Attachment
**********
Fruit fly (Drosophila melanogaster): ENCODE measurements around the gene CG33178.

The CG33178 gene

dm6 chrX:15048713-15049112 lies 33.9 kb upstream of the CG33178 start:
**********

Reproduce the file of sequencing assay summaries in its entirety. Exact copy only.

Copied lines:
Fruit fly (Drosophila melanogaster): ENCODE measurements around the gene CG33178.

The CG33178 gene

dm6 chrX:15048713-15049112 lies 33.9 kb upstream of the CG33178 start: